The parade culminated at a memorial to World War I veterans that marks one of the entry points to the city’s downtown. I had passed it many times over the years, but never actually entered—a semi-circular granite wall engraved with the names of battles where Americans died in the War’s last year, surrounding a modest plaza with a flagpole. The mayor spoke of local residents who served and died in the War. He drew parallels between then and now and the divisive, dangerous politics of our times. Other city officials made a few remarks and laid a red-white-and-blue wreath at the flagpole’s base. A soldier read In Flanders Fields by John McCrae.

When we were in Belgium, we visited the site of the field dressing station where Lieutenant Colonel McCrae, a Canadian surgeon, artist and poet, saved soldier’s lives and wrote his famous memorial lines. That is where we found the poppies, still growing. They were wild, scattered amidst the high grass, smaller than I had expected.

McCrae’s poem ends thus: “If ye break faith with us who die | We shall not sleep, though poppies grow | In Flanders Fields.” On this centennial, with so much at risk in the world, I hope and pray that we can remember the somber lessons of World War I, the tremendous sacrifice of life, the hardships and grief and loss, and find our way through this difficult time to true and lasting global trust and cooperation for the betterment of all. Nothing less than the future of our planet hangs in the balance.

Poppies in Flanders Fields, Belgium

Evelyn Herwitz blogs weekly about living fully with chronic disease, the inside of baseballs, turtles and frogs, J.S. Bach, the meaning of life and whatever else she happens to be thinking about at livingwithscleroderma.com. Please view Privacy Policy here.

Back Home

Home from our summer travels for about a week-and-a-half, but already it seems like a long time ago that we were away. That’s the strange thing about vacations. You’re completely immersed in your environs while you’re there, but once you’re back, it’s almost as if you never left.

Which is why I keep a travel journal, and we take plenty of pictures (especially my dear husband). If a tourist walks in a city and leaves without a record, was she really there?

Yes, I was, with Al—in Prague, Bratislava, Vienna and Berlin. Sixteen days, four countries, a crash course in European history, spectacular scenery, wonderful art. This trip was also personal: the bookends of our itinerary were designed to honor the memory of my great grandparents, who were murdered in Eastern Europe during the Holocaust.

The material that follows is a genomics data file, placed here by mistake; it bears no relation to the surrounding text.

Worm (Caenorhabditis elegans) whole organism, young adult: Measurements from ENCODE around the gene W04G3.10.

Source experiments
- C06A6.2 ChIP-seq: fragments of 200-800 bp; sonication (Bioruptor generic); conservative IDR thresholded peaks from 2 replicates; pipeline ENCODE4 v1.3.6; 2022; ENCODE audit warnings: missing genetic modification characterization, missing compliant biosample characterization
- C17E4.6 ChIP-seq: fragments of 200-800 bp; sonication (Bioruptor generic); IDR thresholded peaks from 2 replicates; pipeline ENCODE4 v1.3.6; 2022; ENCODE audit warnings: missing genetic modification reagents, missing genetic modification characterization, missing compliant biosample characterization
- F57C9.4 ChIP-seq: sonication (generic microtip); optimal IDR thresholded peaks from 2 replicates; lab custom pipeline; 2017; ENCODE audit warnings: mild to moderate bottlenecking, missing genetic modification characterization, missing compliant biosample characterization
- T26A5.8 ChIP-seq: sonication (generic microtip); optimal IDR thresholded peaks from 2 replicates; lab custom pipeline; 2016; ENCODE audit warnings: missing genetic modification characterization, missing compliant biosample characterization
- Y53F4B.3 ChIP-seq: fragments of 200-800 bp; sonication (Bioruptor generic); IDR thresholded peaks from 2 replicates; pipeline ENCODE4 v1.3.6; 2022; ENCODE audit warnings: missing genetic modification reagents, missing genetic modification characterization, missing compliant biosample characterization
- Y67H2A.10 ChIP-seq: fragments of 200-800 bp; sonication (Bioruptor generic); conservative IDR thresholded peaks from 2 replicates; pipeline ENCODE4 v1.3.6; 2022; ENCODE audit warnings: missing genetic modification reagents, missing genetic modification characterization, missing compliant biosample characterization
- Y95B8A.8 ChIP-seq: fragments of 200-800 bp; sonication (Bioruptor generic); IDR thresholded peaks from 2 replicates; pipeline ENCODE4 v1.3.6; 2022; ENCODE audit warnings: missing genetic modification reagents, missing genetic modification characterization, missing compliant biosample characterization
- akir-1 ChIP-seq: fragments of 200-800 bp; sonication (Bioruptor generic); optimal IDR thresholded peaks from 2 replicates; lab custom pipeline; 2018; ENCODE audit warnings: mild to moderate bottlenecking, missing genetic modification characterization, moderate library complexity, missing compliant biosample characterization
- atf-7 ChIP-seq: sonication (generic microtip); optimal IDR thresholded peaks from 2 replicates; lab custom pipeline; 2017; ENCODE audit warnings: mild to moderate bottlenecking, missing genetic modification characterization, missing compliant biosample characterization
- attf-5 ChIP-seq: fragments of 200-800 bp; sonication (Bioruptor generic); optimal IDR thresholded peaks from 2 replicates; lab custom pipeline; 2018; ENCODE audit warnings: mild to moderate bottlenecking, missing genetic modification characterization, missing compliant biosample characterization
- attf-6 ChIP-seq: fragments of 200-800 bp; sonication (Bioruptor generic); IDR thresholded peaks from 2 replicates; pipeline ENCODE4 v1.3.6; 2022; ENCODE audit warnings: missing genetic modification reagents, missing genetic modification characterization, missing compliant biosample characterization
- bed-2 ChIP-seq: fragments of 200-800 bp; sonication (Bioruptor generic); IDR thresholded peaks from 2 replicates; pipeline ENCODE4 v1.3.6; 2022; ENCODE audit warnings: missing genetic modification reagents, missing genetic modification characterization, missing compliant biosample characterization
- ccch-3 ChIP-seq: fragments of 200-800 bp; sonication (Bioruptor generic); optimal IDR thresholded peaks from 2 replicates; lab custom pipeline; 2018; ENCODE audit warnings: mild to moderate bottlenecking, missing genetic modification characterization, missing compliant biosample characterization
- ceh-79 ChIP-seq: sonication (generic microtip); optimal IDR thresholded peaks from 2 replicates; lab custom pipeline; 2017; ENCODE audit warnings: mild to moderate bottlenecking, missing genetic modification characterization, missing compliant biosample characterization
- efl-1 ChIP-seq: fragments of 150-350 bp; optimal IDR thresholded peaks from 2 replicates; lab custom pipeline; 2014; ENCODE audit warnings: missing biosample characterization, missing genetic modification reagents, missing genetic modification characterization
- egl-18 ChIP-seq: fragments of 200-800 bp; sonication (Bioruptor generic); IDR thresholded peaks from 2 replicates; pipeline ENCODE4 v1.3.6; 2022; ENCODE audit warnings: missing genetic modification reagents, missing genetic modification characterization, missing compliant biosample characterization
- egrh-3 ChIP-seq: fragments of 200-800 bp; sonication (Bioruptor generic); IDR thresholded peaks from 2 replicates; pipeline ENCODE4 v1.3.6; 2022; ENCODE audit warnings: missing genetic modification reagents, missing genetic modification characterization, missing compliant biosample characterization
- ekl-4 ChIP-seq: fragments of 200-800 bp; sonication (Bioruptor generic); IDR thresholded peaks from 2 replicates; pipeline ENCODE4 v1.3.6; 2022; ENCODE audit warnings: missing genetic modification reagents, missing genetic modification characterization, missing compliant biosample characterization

My mother’s father, a professor of engineering at the Technische Universität Berlin, saw the writing on the wall in 1935 when he lost his position because he was Jewish. In 1936, after five months of searching for work in the U.S., he was able to find a good job and make a new home for my grandmother and mother. But, despite a heroic effort, he was unable to convince his elderly parents, who loved their homeland, that they should emigrate, as well, until it was far too late for them to escape the Nazis. They were transported to what is now called Terezín, a concentration camp about an hour’s drive from Prague, in August of 1942, and died there in early winter of 1943.

No one in my family has ever gone to Terezín. So, with a private tour guide, we visited the camp and learned details of my great grandparents’ final months. We lit candles in their memory. Later, at the end of our journey, we joined friends in Berlin for the placement of two Stolpersteine, or “stumbling stones,” which are memorial cobblestones placed in the sidewalk next to the home where victims of the Shoah last lived of their own free will. These were powerful experiences for me, which I am only beginning to process and understand. It is one thing to know the history of World War II in the abstract, and quite another to confront such horrors in the lives of your own family.

We enjoyed uplifting experiences, as well: fairytale scenery in Prague, a day trip to Slovakia’s High Tatras amidst the Carpathian Mountains; a visit to a medieval silver mining town, also in Slovakia, one of several UNESCO World Heritage sites that we saw during our travels; extraordinary artwork by two of my favorite painters, Egon Schiele and Paul Klee, in Vienna and Berlin. And, oh, yes, some very delicious food. My hands held up, my feet wore out, but I’m so grateful that we were able to honor my great grandparents’ memory and have another overseas adventure, whatever the challenges—physical and emotional.

Here are a few highlights:

View of Prague Castle from the Charles Bridge

John Lennon Wall, Prague

Mucha stained glass window in St. Vitas’s Cathedral, Prague

Devin Castle ruins, Bratislava

High Tatras, Slovakia

Old Castle fortress, Banská Štiavnica, Slovakia

Belvedere Palace and Museum, Vienna

1936 Olympic champion Jesse Owens’ name carved in the wall of the Berlin Olympiastadion (top left column)

“Landschaft in Blau” (Landscape in Blue) by Paul Klee, 1917, Berggruen Museum, Berlin

The Stolpersteine honoring my great grandparents, Berlin